Although, he considers the American Kickboxing Academy pugilist an acquaintance and a good guy, he won’t view him differently from any other man standing across the cage from him. “He’s just a body in front of me, in that cage, to get that paycheck,” Warren said.
The simplicity of going in there and getting that paycheck is what’s made Warren’s career so different than most fighters in MMA history. After testing positive twice for marijuana, his dreams of winning gold in the Olympics were upended. Transitioning into MMA was not the plan. He wanted to be a commentator. However, decision-makers in the industry saw no value in a color commentator without prior fighting experience.
With that in mind, and a slight interest in competing in the sport, his manager jumped at the chance to get Warren into the cage. “I was snowboarding in Aspen Snowmass [in Colorado] and I got a call and [my manager said], ‘I’ve got you into a fight.’” Of course, Warren was surprised, especially knowing it was in 10 days and all the way on the other side of the world in Japan, for Dream.
Logically, starting a career on the amateur level would have made sense. However, with his impressive wrestling resume -- consisting of world championships -- and the bravado of believing himself to be the baddest man on the planet, he took the fight, especially when the offer was for $22,000, an enormous amount for a debuting fighter at the time. “I wanted to make some money. I didn’t want to go fight. I was older. So, I wanted to make sure that if I was fighting, I was fighting the right people,” Warren said.
The “right people” is arguable, but Warren faced stiff competition from the outset, as he took on former World Extreme Cagefighting featherweight champion Chase Beebe in his debut. He would also face Norifumi “Kid” Yamamoto, Bibiano Fernandes, Georgi Karakhanyan, Patricio Freire and Pat Curran during the first three years of his career. “I got thrown in the deep end with f*cking boots on. Let’s be realistic,” he said with a laugh.
Those years spent fighting opponents with far greater experience and skill, at a weight class too big for him, taught him valuable lessons on what it takes to succeed at this level, and how to properly maintain one’s health through it all. Those lessons are why he eventually landed in Bellator’s bantamweight division, a run that has instilled in him a loyalty to the promotion despite a regime change during his eight-year tenure.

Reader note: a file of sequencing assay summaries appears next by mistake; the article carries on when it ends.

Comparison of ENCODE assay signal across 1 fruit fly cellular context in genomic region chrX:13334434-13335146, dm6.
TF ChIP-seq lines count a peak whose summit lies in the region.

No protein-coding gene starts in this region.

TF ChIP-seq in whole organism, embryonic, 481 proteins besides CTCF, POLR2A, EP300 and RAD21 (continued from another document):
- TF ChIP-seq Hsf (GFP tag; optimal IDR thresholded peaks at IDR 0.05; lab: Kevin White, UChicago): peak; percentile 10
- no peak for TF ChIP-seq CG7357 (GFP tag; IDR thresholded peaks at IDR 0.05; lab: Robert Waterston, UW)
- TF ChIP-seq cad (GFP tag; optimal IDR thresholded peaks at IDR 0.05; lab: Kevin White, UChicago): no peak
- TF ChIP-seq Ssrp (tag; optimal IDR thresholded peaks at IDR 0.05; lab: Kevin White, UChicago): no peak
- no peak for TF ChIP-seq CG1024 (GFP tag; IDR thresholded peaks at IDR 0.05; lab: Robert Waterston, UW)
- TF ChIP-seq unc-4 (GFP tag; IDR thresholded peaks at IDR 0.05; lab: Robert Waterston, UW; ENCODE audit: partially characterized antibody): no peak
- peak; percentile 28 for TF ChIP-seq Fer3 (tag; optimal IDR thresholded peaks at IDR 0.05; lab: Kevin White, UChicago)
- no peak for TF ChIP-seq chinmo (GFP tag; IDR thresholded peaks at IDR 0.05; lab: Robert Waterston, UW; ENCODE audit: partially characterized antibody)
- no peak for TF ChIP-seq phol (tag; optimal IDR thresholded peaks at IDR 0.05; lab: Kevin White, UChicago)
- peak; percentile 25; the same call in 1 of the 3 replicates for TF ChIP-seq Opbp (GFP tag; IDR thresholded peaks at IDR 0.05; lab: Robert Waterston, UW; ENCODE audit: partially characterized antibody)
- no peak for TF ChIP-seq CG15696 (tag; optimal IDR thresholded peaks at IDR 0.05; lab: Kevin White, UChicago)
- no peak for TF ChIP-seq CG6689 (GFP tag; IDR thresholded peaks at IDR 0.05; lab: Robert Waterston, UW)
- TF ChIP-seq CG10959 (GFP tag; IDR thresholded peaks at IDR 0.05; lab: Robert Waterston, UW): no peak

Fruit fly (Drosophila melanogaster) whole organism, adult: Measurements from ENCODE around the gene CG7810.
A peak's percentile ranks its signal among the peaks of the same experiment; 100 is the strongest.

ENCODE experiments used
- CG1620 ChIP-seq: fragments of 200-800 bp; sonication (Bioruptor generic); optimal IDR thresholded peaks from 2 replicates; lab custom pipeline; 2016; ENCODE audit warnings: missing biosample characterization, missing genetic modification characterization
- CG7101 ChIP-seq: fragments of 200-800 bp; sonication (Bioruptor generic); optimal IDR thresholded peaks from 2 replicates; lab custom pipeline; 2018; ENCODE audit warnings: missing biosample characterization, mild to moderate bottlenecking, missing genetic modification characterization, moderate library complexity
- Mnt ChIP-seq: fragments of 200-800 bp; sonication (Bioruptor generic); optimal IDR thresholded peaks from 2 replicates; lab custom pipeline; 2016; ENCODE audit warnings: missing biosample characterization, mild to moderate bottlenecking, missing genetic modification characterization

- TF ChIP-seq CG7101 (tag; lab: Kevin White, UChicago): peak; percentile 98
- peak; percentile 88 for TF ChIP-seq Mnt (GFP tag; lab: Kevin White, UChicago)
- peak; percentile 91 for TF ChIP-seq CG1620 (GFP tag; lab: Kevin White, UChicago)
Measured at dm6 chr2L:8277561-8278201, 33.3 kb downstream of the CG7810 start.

“I’m a family man,” Warren said. “I was a part of the University of Michigan, the Olympic training center, and then I joined Bellator. And I was a part of that family. Those families are with me forever, so I believe I helped start this organization, and I’ve always felt a family feel with it.”
Warren does feel a difference within the promotion since Scott Coker took over the reins of the organization in 2014. “In the old regime I was brought up to help. When we first started, we had to do whatever we could to get people in there. With Fight Master, color commentating, things like that. In the new regime I’ve been just an athlete. They haven’t asked for that entertainment side of me.”
In his view, the events are bigger and more talent-rich than when he was a major face for the organization, and he is fine with that. Although, he does believe Bellator could get even more use out of his overall skills. “This has been different. But I think in the future the best way to use ‘The Baddest Man on the Planet’ is probably on the microphone [commentating] or analyzing fights,” he said.